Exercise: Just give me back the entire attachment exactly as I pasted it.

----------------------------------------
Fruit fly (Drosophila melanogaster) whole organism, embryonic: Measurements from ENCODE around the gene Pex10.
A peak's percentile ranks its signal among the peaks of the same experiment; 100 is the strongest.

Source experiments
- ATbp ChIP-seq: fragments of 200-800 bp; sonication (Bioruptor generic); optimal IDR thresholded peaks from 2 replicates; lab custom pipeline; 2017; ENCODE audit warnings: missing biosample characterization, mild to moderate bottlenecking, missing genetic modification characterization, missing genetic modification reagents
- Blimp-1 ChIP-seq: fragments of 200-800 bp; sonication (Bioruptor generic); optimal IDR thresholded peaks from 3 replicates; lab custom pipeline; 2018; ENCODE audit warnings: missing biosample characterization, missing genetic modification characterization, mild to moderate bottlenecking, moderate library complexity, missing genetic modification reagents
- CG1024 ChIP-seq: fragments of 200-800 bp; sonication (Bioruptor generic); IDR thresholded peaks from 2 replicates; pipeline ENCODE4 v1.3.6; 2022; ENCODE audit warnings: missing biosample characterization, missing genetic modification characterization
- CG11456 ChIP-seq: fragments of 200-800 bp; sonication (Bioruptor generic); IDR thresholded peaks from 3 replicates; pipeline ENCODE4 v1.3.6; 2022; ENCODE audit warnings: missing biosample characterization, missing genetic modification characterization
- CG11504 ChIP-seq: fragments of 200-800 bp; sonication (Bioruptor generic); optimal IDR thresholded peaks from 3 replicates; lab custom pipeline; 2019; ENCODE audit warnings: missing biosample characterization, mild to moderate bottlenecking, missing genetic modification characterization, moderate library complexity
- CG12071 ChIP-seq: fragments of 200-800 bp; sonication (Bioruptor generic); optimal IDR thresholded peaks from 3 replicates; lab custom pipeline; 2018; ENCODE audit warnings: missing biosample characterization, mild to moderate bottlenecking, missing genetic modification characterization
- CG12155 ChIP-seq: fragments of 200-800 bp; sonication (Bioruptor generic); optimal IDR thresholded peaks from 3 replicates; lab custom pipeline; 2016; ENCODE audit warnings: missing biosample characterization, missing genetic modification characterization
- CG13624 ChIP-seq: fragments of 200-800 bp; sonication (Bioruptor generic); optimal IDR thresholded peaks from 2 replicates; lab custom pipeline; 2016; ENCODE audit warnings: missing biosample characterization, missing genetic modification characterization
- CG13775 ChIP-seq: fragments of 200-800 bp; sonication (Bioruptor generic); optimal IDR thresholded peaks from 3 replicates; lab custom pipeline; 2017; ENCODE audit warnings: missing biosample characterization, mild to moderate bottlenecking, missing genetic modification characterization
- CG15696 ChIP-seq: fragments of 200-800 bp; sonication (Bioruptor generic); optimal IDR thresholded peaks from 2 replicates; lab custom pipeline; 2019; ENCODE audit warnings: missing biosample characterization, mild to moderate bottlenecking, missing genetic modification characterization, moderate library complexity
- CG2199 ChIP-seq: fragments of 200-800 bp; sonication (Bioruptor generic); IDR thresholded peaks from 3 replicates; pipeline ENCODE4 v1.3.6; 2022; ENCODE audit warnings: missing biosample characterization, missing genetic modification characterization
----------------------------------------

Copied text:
Fruit fly (Drosophila melanogaster) whole organism, embryonic: Measurements from ENCODE around the gene Pex10.
A peak's percentile ranks its signal among the peaks of the same experiment; 100 is the strongest.

Source experiments
- ATbp ChIP-seq: fragments of 200-800 bp; sonication (Bioruptor generic); optimal IDR thresholded peaks from 2 replicates; lab custom pipeline; 2017; ENCODE audit warnings: missing biosample characterization, mild to moderate bottlenecking, missing genetic modification characterization, missing genetic modification reagents
- Blimp-1 ChIP-seq: fragments of 200-800 bp; sonication (Bioruptor generic); optimal IDR thresholded peaks from 3 replicates; lab custom pipeline; 2018; ENCODE audit warnings: missing biosample characterization, missing genetic modification characterization, mild to moderate bottlenecking, moderate library complexity, missing genetic modification reagents
- CG1024 ChIP-seq: fragments of 200-800 bp; sonication (Bioruptor generic); IDR thresholded peaks from 2 replicates; pipeline ENCODE4 v1.3.6; 2022; ENCODE audit warnings: missing biosample characterization, missing genetic modification characterization
- CG11456 ChIP-seq: fragments of 200-800 bp; sonication (Bioruptor generic); IDR thresholded peaks from 3 replicates; pipeline ENCODE4 v1.3.6; 2022; ENCODE audit warnings: missing biosample characterization, missing genetic modification characterization
- CG11504 ChIP-seq: fragments of 200-800 bp; sonication (Bioruptor generic); optimal IDR thresholded peaks from 3 replicates; lab custom pipeline; 2019; ENCODE audit warnings: missing biosample characterization, mild to moderate bottlenecking, missing genetic modification characterization, moderate library complexity
- CG12071 ChIP-seq: fragments of 200-800 bp; sonication (Bioruptor generic); optimal IDR thresholded peaks from 3 replicates; lab custom pipeline; 2018; ENCODE audit warnings: missing biosample characterization, mild to moderate bottlenecking, missing genetic modification characterization
- CG12155 ChIP-seq: fragments of 200-800 bp; sonication (Bioruptor generic); optimal IDR thresholded peaks from 3 replicates; lab custom pipeline; 2016; ENCODE audit warnings: missing biosample characterization, missing genetic modification characterization
- CG13624 ChIP-seq: fragments of 200-800 bp; sonication (Bioruptor generic); optimal IDR thresholded peaks from 2 replicates; lab custom pipeline; 2016; ENCODE audit warnings: missing biosample characterization, missing genetic modification characterization
- CG13775 ChIP-seq: fragments of 200-800 bp; sonication (Bioruptor generic); optimal IDR thresholded peaks from 3 replicates; lab custom pipeline; 2017; ENCODE audit warnings: missing biosample characterization, mild to moderate bottlenecking, missing genetic modification characterization
- CG15696 ChIP-seq: fragments of 200-800 bp; sonication (Bioruptor generic); optimal IDR thresholded peaks from 2 replicates; lab custom pipeline; 2019; ENCODE audit warnings: missing biosample characterization, mild to moderate bottlenecking, missing genetic modification characterization, moderate library complexity
- CG2199 ChIP-seq: fragments of 200-800 bp; sonication (Bioruptor generic); IDR thresholded peaks from 3 replicates; pipeline ENCODE4 v1.3.6; 2022; ENCODE audit warnings: missing biosample characterization, missing genetic modification characterization